Kudos for you Andrew for getting out there and continuing to find inspiration in your limited environment.

FYI - Covid is still about (both my wife and I are recovering from our first bout), but perhaps not as much in the minds eye as effects are no longer as serious (to most). Taks care when you are out there.

I tend to spend most of my time planning and taking pictures, but as my small business begins to take off, I have found myself spending more time on the administrative side of things I guess.

For example, this week I've spent about 7 hours taking pictures between my small business/personal shots and a photography company I work with, probably 1-hour editing, and close to 4 hours working on ads, my website, pricing, outreach, etc. for my small business. While this week had more admin work than normal because I've just been putting everything off, this is beginning to look more like a reality for my 'photo-time'. As my business grows and my skills grow, I need more time to keep everything updated.

As far as my time spent taking pictures, most of this week (6 hours actually) I spent on basketball games while only an hour this week was reserved for me to go out and do some nature/wildlife pictures.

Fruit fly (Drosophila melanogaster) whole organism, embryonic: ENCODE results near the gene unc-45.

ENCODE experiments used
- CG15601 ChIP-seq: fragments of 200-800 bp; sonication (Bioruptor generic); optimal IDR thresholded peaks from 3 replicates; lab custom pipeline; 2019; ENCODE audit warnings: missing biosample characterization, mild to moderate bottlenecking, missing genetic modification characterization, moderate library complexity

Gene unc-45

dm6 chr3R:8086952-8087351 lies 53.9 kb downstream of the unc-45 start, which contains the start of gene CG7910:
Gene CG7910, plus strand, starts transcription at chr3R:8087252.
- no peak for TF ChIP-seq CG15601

I try to spend time learning more and playing with different techniques via YouTube, Fstoppers, or my peers, but being a full-time student and working two jobs outside my business makes it hard to find time to learn.

Also, it's great to be back on Fstoppers as a LONG break.

It's great to have you (and your input) back Chloe. I hope you continue to find use and hopefully inspiration from the group.

This past year I didn't get out all too-too much but managed to get some wildlife bangers. The past few months I have been exploring Generative Art... and starting to explore traditional painting. I did finish getting all the bits for my in-the-field macro setup; though mushroom season was extremely short this Autumn, unfortunately.

This next year I want to get out more, that is the main goal anyway. Currently in "stick season", meaning end of Autumn, and with most of the US hit by a massive snow storm, I ended up with just a little rain; so no snow yet to photograph. Soon though, I'm sure. Might try some frozen bubbles.

If you do shoot frozen bubbles I'm sure the group would be interested in your setup and results.

Of course since I made this post temps haven't dipped below 40f. :-/